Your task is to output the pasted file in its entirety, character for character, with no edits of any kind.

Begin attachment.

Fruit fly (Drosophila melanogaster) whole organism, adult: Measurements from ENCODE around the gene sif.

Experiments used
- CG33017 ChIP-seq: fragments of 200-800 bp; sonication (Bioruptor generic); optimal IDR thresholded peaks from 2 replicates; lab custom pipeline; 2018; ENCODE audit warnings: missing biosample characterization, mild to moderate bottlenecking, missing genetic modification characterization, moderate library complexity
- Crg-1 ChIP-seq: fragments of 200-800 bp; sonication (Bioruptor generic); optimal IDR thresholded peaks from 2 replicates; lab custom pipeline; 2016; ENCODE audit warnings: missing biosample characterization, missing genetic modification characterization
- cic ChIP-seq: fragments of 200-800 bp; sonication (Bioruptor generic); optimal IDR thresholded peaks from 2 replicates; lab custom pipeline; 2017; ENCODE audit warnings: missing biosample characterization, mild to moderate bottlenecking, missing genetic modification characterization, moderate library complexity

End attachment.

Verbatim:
Fruit fly (Drosophila melanogaster) whole organism, adult: Measurements from ENCODE around the gene sif.

Experiments used
- CG33017 ChIP-seq: fragments of 200-800 bp; sonication (Bioruptor generic); optimal IDR thresholded peaks from 2 replicates; lab custom pipeline; 2018; ENCODE audit warnings: missing biosample characterization, mild to moderate bottlenecking, missing genetic modification characterization, moderate library complexity
- Crg-1 ChIP-seq: fragments of 200-800 bp; sonication (Bioruptor generic); optimal IDR thresholded peaks from 2 replicates; lab custom pipeline; 2016; ENCODE audit warnings: missing biosample characterization, missing genetic modification characterization
- cic ChIP-seq: fragments of 200-800 bp; sonication (Bioruptor generic); optimal IDR thresholded peaks from 2 replicates; lab custom pipeline; 2017; ENCODE audit warnings: missing biosample characterization, mild to moderate bottlenecking, missing genetic modification characterization, moderate library complexity